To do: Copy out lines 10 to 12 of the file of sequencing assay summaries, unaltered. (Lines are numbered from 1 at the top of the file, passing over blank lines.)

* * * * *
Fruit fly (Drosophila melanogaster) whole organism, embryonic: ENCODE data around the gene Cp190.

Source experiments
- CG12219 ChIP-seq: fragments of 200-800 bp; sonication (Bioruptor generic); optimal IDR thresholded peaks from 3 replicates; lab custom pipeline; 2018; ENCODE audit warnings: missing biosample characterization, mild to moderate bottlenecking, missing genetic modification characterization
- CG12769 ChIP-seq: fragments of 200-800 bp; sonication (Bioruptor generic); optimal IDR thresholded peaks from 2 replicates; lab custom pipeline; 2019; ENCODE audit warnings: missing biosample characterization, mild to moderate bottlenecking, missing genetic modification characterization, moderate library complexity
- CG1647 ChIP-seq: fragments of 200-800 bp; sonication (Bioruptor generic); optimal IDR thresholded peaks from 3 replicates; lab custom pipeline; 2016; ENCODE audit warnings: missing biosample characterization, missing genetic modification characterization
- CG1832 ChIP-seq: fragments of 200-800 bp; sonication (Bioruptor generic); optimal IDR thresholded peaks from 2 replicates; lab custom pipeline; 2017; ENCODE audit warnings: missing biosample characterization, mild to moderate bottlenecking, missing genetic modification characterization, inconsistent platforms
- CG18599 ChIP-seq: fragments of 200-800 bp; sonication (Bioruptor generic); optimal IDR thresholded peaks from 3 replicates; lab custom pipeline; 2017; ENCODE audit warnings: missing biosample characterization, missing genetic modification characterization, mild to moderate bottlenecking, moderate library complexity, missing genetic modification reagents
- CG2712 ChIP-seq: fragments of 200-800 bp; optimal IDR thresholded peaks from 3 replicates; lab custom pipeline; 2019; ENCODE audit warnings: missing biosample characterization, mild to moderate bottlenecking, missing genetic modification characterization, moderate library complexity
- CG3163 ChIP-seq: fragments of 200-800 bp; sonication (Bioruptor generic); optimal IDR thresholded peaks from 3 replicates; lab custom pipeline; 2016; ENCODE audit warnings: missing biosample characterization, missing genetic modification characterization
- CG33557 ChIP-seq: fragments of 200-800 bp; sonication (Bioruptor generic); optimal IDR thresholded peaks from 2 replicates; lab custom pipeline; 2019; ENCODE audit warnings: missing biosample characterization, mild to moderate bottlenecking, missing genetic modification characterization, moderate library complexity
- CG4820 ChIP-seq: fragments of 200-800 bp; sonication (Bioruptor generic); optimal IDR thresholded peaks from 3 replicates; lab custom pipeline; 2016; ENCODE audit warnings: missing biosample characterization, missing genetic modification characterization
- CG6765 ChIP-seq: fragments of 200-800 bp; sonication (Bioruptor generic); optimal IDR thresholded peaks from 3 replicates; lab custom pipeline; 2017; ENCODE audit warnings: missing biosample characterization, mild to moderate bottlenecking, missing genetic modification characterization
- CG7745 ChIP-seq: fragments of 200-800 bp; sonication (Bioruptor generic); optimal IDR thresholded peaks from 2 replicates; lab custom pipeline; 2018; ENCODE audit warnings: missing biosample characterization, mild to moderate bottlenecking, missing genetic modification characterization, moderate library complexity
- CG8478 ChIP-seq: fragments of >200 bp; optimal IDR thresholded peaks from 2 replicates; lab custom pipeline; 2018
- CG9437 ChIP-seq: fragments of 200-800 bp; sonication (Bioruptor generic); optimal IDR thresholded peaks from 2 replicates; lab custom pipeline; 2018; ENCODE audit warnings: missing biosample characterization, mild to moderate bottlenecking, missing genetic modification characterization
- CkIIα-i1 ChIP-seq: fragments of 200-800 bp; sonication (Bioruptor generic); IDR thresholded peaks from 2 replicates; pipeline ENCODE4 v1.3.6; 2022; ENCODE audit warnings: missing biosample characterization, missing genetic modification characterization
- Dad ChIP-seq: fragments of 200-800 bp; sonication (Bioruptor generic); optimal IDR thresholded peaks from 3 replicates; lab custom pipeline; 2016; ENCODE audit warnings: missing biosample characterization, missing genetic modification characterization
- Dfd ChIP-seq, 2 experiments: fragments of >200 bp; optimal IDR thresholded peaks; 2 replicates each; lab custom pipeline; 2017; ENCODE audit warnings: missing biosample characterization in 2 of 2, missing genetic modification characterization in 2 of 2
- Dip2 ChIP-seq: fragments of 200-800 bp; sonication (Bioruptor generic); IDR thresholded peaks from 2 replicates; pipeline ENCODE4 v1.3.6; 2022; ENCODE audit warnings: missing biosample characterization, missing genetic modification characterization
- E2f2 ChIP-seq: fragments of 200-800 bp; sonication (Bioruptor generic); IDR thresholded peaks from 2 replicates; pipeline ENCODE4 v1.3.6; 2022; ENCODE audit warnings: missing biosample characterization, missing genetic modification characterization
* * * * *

- CG33557 ChIP-seq: fragments of 200-800 bp; sonication (Bioruptor generic); optimal IDR thresholded peaks from 2 replicates; lab custom pipeline; 2019; ENCODE audit warnings: missing biosample characterization, mild to moderate bottlenecking, missing genetic modification characterization, moderate library complexity
- CG4820 ChIP-seq: fragments of 200-800 bp; sonication (Bioruptor generic); optimal IDR thresholded peaks from 3 replicates; lab custom pipeline; 2016; ENCODE audit warnings: missing biosample characterization, missing genetic modification characterization
- CG6765 ChIP-seq: fragments of 200-800 bp; sonication (Bioruptor generic); optimal IDR thresholded peaks from 3 replicates; lab custom pipeline; 2017; ENCODE audit warnings: missing biosample characterization, mild to moderate bottlenecking, missing genetic modification characterization